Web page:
An incomplete type; it is not possible for an object to have type
void, nor are there arrays of
void or references to
void. It is used as the return type of functions that do not return anything.
Moreover, a function may redundantly be declared with a single parameter of type
void; this is equivalent to declaring a function with no parameters (e.g.
int main() and
int main(void) declare the same function). This syntax is allowed for compatibility with C (where function declarations have a different meaning than in C++).
void* ("pointer to
void") has the property that any object pointer can be converted to it and back and result in the same pointer. This feature makes the type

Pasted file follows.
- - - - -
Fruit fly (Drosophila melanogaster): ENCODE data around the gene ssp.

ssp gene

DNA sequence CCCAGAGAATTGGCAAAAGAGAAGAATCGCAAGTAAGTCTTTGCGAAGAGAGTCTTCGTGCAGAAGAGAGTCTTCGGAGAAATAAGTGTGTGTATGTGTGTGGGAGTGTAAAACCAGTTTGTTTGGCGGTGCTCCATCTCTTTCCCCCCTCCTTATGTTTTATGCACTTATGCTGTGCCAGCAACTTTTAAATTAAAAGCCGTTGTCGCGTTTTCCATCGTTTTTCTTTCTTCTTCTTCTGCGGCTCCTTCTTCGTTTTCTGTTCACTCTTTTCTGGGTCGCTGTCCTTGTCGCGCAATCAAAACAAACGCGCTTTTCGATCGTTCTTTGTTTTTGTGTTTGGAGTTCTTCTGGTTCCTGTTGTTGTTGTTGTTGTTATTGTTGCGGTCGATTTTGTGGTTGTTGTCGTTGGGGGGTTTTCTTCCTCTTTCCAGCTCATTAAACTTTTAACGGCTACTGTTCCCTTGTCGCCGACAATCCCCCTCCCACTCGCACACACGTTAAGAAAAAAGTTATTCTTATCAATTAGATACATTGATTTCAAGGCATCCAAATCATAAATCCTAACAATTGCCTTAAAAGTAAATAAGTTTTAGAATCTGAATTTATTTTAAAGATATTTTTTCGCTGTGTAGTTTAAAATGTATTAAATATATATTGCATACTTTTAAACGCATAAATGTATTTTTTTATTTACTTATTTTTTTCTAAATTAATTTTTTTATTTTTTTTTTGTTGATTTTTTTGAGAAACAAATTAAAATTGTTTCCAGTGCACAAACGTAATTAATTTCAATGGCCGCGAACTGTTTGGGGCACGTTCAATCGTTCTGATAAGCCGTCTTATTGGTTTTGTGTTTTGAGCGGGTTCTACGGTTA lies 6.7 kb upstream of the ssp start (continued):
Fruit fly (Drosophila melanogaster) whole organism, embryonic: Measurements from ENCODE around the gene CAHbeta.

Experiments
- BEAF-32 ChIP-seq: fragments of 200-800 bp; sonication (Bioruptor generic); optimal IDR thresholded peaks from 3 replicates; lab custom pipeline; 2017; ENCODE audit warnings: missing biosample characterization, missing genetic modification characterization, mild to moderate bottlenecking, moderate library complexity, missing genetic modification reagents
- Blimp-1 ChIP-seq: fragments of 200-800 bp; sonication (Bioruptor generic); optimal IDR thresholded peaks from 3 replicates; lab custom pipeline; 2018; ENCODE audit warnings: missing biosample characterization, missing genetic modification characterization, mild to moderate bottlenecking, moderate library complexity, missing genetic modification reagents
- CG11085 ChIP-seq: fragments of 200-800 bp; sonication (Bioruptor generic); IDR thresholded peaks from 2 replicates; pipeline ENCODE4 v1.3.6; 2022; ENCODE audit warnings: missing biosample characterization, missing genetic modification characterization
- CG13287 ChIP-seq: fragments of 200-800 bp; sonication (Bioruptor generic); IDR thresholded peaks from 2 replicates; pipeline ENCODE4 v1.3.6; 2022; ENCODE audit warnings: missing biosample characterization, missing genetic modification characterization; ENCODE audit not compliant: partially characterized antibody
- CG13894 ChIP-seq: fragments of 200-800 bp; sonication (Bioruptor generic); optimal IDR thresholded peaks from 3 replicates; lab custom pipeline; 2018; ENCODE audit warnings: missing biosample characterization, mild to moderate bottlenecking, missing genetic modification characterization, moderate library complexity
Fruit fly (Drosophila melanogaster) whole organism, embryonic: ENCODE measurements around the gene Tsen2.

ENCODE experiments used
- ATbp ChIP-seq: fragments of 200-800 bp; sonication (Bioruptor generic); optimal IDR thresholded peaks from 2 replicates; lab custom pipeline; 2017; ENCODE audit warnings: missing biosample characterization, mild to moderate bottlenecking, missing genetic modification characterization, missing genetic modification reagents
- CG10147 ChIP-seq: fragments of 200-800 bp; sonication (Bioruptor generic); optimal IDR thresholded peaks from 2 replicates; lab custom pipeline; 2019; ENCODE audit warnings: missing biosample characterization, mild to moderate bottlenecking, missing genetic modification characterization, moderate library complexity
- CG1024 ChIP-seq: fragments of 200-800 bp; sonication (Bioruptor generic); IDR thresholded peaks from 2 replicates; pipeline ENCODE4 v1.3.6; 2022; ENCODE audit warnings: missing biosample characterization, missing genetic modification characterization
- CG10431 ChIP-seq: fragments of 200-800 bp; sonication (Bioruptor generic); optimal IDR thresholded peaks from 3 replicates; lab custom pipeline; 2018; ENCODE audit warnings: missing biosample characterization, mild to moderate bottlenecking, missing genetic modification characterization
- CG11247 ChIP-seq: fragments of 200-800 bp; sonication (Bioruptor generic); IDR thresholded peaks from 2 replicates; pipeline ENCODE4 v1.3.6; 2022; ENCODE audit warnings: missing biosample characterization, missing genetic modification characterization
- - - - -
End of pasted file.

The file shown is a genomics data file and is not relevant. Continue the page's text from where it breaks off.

void* suitable for certain kinds of (type-unsafe) type-erasing interfaces, for example for generic contexts in C-style APIs (e.g.
Any expression may be converted to an expression of type
void; this is called a discarded-value expression:
static_cast<void>(std::printf("Hello, %s!\n", name)); // discard return value
This may be useful to signal explicitly that the value of an expression is not of interest and that the expression is to be evaluated for its side effects only.